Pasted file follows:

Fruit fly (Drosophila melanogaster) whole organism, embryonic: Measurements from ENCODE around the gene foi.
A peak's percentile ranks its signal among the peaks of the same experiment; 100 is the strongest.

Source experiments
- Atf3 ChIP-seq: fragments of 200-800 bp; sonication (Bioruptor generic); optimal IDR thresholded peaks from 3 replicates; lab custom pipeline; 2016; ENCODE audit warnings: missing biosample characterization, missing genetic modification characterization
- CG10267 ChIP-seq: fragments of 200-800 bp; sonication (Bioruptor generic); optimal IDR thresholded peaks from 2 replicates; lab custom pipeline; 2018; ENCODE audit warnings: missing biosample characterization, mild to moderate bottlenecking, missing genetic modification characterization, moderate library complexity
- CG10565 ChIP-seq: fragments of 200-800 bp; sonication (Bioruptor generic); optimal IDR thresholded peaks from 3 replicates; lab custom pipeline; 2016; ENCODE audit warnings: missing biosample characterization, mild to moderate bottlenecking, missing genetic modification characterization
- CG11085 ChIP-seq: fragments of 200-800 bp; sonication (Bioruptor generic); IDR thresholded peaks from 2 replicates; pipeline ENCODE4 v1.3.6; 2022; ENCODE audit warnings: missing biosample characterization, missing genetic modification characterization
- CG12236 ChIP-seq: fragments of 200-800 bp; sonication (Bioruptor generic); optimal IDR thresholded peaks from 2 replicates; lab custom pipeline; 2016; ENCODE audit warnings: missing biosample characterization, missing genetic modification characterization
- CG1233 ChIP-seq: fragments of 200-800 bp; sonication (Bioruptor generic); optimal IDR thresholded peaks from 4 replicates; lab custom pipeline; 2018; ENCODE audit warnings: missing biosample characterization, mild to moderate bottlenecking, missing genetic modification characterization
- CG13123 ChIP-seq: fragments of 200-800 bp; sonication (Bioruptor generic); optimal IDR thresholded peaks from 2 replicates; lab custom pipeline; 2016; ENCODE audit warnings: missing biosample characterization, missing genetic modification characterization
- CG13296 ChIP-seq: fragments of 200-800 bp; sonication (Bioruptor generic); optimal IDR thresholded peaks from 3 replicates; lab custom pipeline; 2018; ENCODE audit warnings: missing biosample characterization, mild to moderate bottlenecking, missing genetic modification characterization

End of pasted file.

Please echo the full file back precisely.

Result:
Fruit fly (Drosophila melanogaster) whole organism, embryonic: Measurements from ENCODE around the gene foi.
A peak's percentile ranks its signal among the peaks of the same experiment; 100 is the strongest.

Source experiments
- Atf3 ChIP-seq: fragments of 200-800 bp; sonication (Bioruptor generic); optimal IDR thresholded peaks from 3 replicates; lab custom pipeline; 2016; ENCODE audit warnings: missing biosample characterization, missing genetic modification characterization
- CG10267 ChIP-seq: fragments of 200-800 bp; sonication (Bioruptor generic); optimal IDR thresholded peaks from 2 replicates; lab custom pipeline; 2018; ENCODE audit warnings: missing biosample characterization, mild to moderate bottlenecking, missing genetic modification characterization, moderate library complexity
- CG10565 ChIP-seq: fragments of 200-800 bp; sonication (Bioruptor generic); optimal IDR thresholded peaks from 3 replicates; lab custom pipeline; 2016; ENCODE audit warnings: missing biosample characterization, mild to moderate bottlenecking, missing genetic modification characterization
- CG11085 ChIP-seq: fragments of 200-800 bp; sonication (Bioruptor generic); IDR thresholded peaks from 2 replicates; pipeline ENCODE4 v1.3.6; 2022; ENCODE audit warnings: missing biosample characterization, missing genetic modification characterization
- CG12236 ChIP-seq: fragments of 200-800 bp; sonication (Bioruptor generic); optimal IDR thresholded peaks from 2 replicates; lab custom pipeline; 2016; ENCODE audit warnings: missing biosample characterization, missing genetic modification characterization
- CG1233 ChIP-seq: fragments of 200-800 bp; sonication (Bioruptor generic); optimal IDR thresholded peaks from 4 replicates; lab custom pipeline; 2018; ENCODE audit warnings: missing biosample characterization, mild to moderate bottlenecking, missing genetic modification characterization
- CG13123 ChIP-seq: fragments of 200-800 bp; sonication (Bioruptor generic); optimal IDR thresholded peaks from 2 replicates; lab custom pipeline; 2016; ENCODE audit warnings: missing biosample characterization, missing genetic modification characterization
- CG13296 ChIP-seq: fragments of 200-800 bp; sonication (Bioruptor generic); optimal IDR thresholded peaks from 3 replicates; lab custom pipeline; 2018; ENCODE audit warnings: missing biosample characterization, mild to moderate bottlenecking, missing genetic modification characterization